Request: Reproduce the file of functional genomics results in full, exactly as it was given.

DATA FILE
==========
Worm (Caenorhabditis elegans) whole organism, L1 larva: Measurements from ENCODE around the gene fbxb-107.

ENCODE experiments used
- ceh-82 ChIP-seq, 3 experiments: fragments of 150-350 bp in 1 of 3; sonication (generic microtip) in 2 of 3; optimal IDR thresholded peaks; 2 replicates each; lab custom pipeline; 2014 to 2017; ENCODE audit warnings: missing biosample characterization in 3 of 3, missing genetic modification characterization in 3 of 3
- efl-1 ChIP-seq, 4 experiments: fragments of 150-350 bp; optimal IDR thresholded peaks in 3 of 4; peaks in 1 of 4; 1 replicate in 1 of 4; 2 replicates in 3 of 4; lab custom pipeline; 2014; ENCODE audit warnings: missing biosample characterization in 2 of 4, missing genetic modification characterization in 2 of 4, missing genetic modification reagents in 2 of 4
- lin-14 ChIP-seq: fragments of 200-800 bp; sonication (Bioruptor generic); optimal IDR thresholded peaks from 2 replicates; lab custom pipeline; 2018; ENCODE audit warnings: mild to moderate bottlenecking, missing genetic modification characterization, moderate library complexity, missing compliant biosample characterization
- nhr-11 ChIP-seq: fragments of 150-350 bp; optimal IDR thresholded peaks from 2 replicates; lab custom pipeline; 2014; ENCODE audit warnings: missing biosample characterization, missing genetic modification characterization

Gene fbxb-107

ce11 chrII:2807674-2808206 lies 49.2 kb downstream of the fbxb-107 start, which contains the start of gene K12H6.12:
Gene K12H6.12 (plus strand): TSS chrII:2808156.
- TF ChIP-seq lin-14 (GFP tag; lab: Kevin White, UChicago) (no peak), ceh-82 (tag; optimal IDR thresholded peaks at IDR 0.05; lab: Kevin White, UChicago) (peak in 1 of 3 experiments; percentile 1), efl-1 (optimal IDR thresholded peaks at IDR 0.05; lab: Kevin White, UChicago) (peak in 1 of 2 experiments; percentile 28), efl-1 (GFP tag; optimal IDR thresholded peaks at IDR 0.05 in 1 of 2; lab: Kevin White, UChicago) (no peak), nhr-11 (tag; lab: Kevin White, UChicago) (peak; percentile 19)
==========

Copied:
Worm (Caenorhabditis elegans) whole organism, L1 larva: Measurements from ENCODE around the gene fbxb-107.

ENCODE experiments used
- ceh-82 ChIP-seq, 3 experiments: fragments of 150-350 bp in 1 of 3; sonication (generic microtip) in 2 of 3; optimal IDR thresholded peaks; 2 replicates each; lab custom pipeline; 2014 to 2017; ENCODE audit warnings: missing biosample characterization in 3 of 3, missing genetic modification characterization in 3 of 3
- efl-1 ChIP-seq, 4 experiments: fragments of 150-350 bp; optimal IDR thresholded peaks in 3 of 4; peaks in 1 of 4; 1 replicate in 1 of 4; 2 replicates in 3 of 4; lab custom pipeline; 2014; ENCODE audit warnings: missing biosample characterization in 2 of 4, missing genetic modification characterization in 2 of 4, missing genetic modification reagents in 2 of 4
- lin-14 ChIP-seq: fragments of 200-800 bp; sonication (Bioruptor generic); optimal IDR thresholded peaks from 2 replicates; lab custom pipeline; 2018; ENCODE audit warnings: mild to moderate bottlenecking, missing genetic modification characterization, moderate library complexity, missing compliant biosample characterization
- nhr-11 ChIP-seq: fragments of 150-350 bp; optimal IDR thresholded peaks from 2 replicates; lab custom pipeline; 2014; ENCODE audit warnings: missing biosample characterization, missing genetic modification characterization

Gene fbxb-107

ce11 chrII:2807674-2808206 lies 49.2 kb downstream of the fbxb-107 start, which contains the start of gene K12H6.12:
Gene K12H6.12 (plus strand): TSS chrII:2808156.
- TF ChIP-seq lin-14 (GFP tag; lab: Kevin White, UChicago) (no peak), ceh-82 (tag; optimal IDR thresholded peaks at IDR 0.05; lab: Kevin White, UChicago) (peak in 1 of 3 experiments; percentile 1), efl-1 (optimal IDR thresholded peaks at IDR 0.05; lab: Kevin White, UChicago) (peak in 1 of 2 experiments; percentile 28), efl-1 (GFP tag; optimal IDR thresholded peaks at IDR 0.05 in 1 of 2; lab: Kevin White, UChicago) (no peak), nhr-11 (tag; lab: Kevin White, UChicago) (peak; percentile 19)